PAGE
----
S: I think when I moved to Lincoln and started figure skating again on my adult figure skating team, I was so worried that, when people found out I couldn’t see, they’d think it wasn’t safe, or they wouldn’t want me there, or they’d have really low expectations. But my coach, Iryna, who’s from the Ukraine, didn’t give a shit, and she pushes me very hard. Even sometimes to the point where, even if it’s legit, when we’ve been spinning for a while,  I’ll be like, “Iryna, I’m so dizzy!”

I mean, because of the way my eyes don’t focus, I get dizzy, anyway. So when we practice spins again and again and again, I get dizzy faster than an average person. But I really appreciate that she’s really tough on me. I mean, she’s your quintessential Eastern European figure skating coach. She’s not there to make you feel good, and I like that, personally, because if I want someone to make me feel good and special, I have my husband. I have my kids. I have my friends. I’m not there for Iryna to be nice to me. I’m there with her because I want to be a better ice skater.

So I really appreciate that Iryna is extremely tough on me. She always finds a way. I’ve competed several times, been part of different compulsory teams, group classes, private lessons, the whole thing, and she’s never made me feel like I shouldn’t partake in the sport part of it because I’m blind. 

But I did worry about disclosing to Iryna, like I thought, “Okay, she’s from Ukraine. It’s a different culture and maybe she’ll be like, ‘No.’” Sometimes when you meet people from different countries there are different attitudes–some good, some bad. Every country, every culture has its own things when it comes to disability. Obviously in the U.S we’re a mixed bag, too. But she’s been really tough on me and didn’t give a shit. The nicest thing she has ever said to me is, ‘Not bad!’ That, from Iryna, is a big deal.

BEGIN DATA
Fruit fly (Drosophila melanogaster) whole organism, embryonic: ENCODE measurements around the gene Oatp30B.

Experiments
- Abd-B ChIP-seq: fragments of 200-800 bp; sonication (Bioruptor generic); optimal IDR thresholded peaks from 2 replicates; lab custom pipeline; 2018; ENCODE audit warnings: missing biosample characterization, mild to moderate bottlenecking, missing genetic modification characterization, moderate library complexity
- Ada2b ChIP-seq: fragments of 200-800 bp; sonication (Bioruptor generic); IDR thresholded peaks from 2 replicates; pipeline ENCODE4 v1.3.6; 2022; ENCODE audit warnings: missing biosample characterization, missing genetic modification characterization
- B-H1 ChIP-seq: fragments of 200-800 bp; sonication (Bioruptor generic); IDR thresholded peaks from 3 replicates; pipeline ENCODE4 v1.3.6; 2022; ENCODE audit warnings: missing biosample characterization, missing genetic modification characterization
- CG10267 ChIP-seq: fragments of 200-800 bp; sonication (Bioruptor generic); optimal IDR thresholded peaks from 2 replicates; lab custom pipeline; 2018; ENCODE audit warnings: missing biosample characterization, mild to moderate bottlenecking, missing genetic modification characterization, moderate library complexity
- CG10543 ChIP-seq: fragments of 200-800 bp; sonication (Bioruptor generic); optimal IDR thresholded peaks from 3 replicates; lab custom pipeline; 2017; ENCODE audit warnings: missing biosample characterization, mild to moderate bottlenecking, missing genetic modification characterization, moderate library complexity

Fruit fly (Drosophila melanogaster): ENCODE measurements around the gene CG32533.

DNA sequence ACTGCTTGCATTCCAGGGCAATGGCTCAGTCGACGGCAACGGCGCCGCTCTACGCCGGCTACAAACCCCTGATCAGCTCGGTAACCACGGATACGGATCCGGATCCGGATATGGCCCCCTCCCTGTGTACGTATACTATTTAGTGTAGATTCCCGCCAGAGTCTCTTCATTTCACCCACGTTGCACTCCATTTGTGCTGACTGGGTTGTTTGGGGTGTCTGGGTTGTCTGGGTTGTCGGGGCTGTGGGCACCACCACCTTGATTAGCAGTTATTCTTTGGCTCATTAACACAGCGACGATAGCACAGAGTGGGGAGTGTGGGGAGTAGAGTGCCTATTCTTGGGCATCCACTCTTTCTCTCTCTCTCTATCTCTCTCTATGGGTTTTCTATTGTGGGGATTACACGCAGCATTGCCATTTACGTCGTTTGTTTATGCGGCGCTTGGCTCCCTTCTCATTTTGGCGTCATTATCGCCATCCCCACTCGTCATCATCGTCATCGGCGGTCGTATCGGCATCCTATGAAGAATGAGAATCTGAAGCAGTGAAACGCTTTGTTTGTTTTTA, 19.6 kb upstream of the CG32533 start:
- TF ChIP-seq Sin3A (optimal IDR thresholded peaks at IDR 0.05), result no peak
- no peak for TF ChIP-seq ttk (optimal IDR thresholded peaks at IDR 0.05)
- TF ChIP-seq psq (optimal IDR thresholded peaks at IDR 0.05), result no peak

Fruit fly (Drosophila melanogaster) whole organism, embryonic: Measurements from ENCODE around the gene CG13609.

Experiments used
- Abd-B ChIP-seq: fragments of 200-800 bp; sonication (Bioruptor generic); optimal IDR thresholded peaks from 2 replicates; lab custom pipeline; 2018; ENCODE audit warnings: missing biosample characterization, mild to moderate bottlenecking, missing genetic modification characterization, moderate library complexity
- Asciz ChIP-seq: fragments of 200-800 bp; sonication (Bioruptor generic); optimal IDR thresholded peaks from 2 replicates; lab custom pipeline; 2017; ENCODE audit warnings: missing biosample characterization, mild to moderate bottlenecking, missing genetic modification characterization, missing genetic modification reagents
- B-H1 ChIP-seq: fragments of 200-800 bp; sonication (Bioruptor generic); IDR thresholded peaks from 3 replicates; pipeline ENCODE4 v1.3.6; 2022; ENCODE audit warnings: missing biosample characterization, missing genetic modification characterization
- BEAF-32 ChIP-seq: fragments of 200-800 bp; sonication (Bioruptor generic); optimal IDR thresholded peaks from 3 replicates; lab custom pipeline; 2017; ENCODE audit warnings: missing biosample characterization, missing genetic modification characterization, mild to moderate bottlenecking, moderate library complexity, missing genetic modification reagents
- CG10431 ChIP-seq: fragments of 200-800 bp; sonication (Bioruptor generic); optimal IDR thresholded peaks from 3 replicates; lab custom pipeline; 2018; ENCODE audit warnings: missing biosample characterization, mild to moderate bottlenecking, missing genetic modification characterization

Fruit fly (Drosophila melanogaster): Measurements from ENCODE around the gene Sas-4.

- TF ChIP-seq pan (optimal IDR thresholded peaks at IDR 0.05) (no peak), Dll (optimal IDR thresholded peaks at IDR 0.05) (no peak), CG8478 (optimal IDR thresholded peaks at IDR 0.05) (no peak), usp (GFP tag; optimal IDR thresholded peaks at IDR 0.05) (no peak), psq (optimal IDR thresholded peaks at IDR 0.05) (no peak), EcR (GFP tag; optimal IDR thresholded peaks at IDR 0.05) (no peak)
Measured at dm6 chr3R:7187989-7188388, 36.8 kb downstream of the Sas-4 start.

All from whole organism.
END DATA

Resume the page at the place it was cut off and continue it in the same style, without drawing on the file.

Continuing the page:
But I think even she has times where she doesn’t get how much I can’t see. There are times when she gets it and then there are other times when, I don’t know if she forgets or whatever, but she’ll be like, “Look, it’s like this,” and she’ll do the movement. I’ll have to say, “I have no idea what you just did! Where are your hands? Where’s your feet? Where’s your head?” 

But overall it’s been very pleasantly surprising because I showed up for that first class so afraid that they weren’t going to want me there. So I am shocked that I’ve now not only passed out of the group learn-to-skate lessons, but also done three competitions, and I never thought I would compete in figure skating as a forty-one-year-old adult. That never crossed my mind.

K: One of your competitions was relatively recently, wasn’t it? 

S: In July. I mean, we’re a bunch of moms, mainly. You know, it’s for fun. It’s kind of like adult-league softball. None of us are planning on going to the Olympics. We’re in an adult figure skating system and we’re all doing it in between our kids’ activities or whatever. It’s assumed that we all have jobs and other responsibilities. Our goals are all personal goals. Whatever level I’m in, I want to pass that level. Right now I’m working on Salchows and toe loops; my goal is to learn Salchows and toe loops! So when that happens, I will make a new goal. It’s not some huge thing, like I don’t want to be the adult national figure skating champion or whatever!

K: What aspect of your disability do you wish you had understood better or at least earlier in your life?

S: That it is respectable to be blind. That it’s respectable to have a disability and that disability and blindness are just normal facets of the human experience. There have always been people with disabilities. There have always been people who are blind. There always will be. There are disabled people and blind people in every culture and there’s no shame in blindness or disability. It’s absolutely respectable to have a disability. It’s a natural part of the human experience. 

K: What’s one thing you wish more disabled people understood about blindness?